When my kitchen counter became too cluttered with recyclables, I cleverly devised a plan to encourage my children to help me clean up.
Like many northern states, New York’s Returnable Container Act charges consumers five cents for bottled beverages. Although Florida doesn’t currently charge its consumers for bottles, I thought I could institute a five cent deposit policy in our home by paying my girls five cents for every recyclable container they tossed into our recycling bin.
However, before implementing our recycling program, the girls needed a quick lesson in how to determine which items to recycle. I began by showing them the #1 and #2 triangle recycle symbols on the bottom of the plastic containers. Other number plastics were tossed into the trash or we found find other ways to reuse them, but all glass containers and aluminum cans could be recycled with the #1 and #2 plastics.
Each time they tossed an item in the recycling bin, the girls would mark a tally on our recycling chart. Each tally would represent five cents and therefore, five tallies would equal a quarter.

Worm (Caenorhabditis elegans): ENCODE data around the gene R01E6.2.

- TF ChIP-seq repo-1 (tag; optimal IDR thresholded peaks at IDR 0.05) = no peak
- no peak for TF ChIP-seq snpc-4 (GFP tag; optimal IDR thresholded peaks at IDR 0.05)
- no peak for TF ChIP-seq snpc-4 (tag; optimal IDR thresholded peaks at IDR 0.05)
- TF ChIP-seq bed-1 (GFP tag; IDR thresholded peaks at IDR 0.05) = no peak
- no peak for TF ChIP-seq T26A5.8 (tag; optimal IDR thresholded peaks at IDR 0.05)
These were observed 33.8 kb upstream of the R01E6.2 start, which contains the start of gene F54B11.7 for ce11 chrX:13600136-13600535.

When my eight year old would have four sets of five tally marks, I would pay her a dollar, an idea she suggested. My four year old loved the idea of getting a big shiny quarter for a set of five tally marks. In turn, I would be teaching my oldest to skip count by twenty-five and my youngest would be learning to skip count by fives. Plus, for all their efforts, the girls would receive a small lesson in earning and saving money.
I implemented this task and teaching tool about six months ago and our recycling program is still going strong.
In fact, we recently finished one side and had to start a new chart on the back. After all, I had to demonstrate another type of recycling.